For me personally, I understand a little bit about photography because I took a photography class last semester while I was finishing up my bachelor’s degree.

So listening to Mary Knox Merrill speak about photography was not only enlightening, but somewhat of a refresher for me. The way she was describing her techniques in taking a picture, or using words such as “depth of field” or “iso sensitivity” wasn’t foreign to me.

The veteran photographer and current director of multimedia at Northeastern University has an impressive resume. Her work has appeared in many publications around the world including Time Magazine, The New York Times, and The Boston Globe.

What stood out the most from her lecture was her passion for photography. In other words, she’ll do anything, even if it means work 18 hours a day, to get the right photo for a project.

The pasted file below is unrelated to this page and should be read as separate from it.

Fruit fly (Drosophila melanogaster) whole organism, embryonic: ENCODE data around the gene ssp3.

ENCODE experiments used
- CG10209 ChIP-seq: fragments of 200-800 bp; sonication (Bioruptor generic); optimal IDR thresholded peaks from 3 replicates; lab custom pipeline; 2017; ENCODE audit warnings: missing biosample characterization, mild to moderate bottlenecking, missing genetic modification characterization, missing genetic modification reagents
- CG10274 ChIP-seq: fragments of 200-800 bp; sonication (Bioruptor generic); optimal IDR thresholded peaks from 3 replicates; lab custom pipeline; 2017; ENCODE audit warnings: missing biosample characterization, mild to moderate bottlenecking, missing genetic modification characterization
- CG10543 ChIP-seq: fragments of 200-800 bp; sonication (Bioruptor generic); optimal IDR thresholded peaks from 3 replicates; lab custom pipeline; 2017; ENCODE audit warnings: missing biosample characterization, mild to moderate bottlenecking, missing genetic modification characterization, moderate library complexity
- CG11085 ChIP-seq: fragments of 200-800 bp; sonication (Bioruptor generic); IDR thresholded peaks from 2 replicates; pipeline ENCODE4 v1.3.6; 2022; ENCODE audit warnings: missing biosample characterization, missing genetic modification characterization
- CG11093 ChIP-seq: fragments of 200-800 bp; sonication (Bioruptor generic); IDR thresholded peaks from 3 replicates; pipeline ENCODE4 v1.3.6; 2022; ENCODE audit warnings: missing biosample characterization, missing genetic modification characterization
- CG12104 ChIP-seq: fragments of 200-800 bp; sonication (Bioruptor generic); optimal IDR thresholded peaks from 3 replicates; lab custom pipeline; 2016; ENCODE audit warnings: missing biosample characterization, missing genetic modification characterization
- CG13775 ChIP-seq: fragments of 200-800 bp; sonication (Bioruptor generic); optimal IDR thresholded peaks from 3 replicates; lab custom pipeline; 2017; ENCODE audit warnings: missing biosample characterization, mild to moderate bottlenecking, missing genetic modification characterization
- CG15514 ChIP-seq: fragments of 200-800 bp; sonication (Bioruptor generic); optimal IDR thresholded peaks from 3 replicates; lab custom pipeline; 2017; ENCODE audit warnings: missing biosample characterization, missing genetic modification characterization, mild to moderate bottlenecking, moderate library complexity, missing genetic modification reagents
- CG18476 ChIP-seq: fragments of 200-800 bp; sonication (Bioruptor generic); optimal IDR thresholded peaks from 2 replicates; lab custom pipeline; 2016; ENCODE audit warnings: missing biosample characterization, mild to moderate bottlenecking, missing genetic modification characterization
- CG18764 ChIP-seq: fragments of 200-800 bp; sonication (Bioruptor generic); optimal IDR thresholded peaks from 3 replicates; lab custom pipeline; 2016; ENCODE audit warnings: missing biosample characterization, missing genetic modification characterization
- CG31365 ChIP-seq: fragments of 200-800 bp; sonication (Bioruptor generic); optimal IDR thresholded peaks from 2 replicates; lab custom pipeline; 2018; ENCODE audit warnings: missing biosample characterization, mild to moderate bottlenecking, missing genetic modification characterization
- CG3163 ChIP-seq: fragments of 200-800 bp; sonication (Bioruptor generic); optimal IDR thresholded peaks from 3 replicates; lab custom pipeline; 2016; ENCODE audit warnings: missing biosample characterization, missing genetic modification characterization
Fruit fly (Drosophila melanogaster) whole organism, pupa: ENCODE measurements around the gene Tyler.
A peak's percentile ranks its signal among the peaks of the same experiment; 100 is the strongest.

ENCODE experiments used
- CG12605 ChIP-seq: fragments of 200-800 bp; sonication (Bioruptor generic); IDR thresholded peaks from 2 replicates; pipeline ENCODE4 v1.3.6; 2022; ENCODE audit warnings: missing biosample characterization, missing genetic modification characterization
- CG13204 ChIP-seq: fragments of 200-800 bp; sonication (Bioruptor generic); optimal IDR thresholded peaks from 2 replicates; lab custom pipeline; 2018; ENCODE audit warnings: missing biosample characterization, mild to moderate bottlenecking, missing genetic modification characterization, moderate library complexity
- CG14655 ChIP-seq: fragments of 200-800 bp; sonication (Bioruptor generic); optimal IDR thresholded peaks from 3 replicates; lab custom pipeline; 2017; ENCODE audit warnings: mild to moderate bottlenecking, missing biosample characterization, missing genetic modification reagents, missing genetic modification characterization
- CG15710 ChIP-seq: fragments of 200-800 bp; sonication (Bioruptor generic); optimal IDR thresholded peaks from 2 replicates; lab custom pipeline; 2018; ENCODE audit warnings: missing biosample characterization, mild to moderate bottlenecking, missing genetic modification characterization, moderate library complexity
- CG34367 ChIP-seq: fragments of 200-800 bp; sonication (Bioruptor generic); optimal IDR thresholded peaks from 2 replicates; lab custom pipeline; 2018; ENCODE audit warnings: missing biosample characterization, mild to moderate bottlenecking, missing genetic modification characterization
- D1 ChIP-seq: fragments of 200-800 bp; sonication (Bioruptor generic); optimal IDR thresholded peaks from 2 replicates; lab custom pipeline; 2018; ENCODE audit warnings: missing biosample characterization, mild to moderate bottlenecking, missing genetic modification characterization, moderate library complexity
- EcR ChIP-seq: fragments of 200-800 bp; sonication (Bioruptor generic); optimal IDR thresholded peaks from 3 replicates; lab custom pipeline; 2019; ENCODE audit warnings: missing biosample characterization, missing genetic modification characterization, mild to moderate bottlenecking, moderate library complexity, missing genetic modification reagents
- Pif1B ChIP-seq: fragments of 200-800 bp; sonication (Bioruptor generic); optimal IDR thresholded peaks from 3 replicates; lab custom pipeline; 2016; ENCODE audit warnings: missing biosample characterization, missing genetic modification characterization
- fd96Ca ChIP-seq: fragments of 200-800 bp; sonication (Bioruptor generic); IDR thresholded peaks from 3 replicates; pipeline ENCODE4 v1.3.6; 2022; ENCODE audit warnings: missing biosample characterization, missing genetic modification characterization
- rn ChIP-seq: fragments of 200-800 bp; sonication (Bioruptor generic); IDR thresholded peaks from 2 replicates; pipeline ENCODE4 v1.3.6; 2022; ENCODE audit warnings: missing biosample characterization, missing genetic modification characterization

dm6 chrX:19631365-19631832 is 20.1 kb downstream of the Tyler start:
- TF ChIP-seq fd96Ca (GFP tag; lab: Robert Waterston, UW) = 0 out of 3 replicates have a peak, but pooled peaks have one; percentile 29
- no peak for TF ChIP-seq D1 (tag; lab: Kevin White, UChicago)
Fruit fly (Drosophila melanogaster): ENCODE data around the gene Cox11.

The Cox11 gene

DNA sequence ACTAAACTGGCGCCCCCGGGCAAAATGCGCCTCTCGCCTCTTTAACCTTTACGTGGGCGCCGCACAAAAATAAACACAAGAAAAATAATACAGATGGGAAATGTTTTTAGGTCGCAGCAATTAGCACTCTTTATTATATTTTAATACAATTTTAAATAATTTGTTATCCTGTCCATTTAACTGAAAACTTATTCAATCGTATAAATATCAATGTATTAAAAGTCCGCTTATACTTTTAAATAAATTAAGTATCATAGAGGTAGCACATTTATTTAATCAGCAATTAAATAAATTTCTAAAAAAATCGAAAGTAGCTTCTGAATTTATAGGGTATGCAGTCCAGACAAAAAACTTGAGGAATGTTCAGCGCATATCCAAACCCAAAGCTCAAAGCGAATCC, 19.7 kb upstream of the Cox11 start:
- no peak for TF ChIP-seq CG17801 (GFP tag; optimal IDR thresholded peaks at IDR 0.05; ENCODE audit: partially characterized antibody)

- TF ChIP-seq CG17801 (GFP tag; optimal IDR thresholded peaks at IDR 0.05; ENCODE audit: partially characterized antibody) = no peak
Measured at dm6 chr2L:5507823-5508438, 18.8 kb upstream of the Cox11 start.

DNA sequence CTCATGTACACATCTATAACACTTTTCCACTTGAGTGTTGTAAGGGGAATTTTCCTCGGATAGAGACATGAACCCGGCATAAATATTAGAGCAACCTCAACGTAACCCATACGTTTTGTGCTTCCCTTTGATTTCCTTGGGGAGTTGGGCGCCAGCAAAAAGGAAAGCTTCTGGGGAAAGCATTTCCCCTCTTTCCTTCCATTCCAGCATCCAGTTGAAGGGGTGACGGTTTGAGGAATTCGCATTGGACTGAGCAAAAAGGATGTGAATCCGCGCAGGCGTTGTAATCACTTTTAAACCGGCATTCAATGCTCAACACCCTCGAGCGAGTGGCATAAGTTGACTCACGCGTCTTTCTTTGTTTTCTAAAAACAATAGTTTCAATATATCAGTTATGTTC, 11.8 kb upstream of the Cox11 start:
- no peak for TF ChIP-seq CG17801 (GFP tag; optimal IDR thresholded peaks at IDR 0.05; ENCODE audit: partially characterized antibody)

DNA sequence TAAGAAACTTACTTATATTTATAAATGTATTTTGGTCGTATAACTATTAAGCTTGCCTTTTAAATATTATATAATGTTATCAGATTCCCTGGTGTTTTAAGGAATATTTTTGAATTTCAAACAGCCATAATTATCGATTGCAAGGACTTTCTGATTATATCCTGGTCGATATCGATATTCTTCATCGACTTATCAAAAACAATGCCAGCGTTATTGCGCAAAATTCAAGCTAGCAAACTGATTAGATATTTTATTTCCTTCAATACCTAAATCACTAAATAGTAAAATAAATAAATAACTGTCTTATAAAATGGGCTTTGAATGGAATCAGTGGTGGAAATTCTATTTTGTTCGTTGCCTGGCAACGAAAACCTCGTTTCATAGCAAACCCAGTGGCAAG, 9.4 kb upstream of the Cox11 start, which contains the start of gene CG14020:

Her grasp on the subject matter was strong too. The experience she has speaks volumes and she shared some of her knowledge too.

She stressed the importance of taking many photos all from different angles. Doing that gives the viewer a different perspective of what is going on in a photo. For example, she said if you take a portrait photo of someone’s face, you don’t know what is really going on in the photo other than him or her smiling. It really doesn’t have a story.

Merrill stressed the importance of getting the background or environment in the photo. If you back up, stand on something and have the subject fold their arms and look into the camera, than the picture that’s taken will have more of a story to it. Like in class, she used our instructor as her example. Someone seeing a picture of him in the above mentioned pose will probably figure out that he’s a teacher, because of all the students in the background.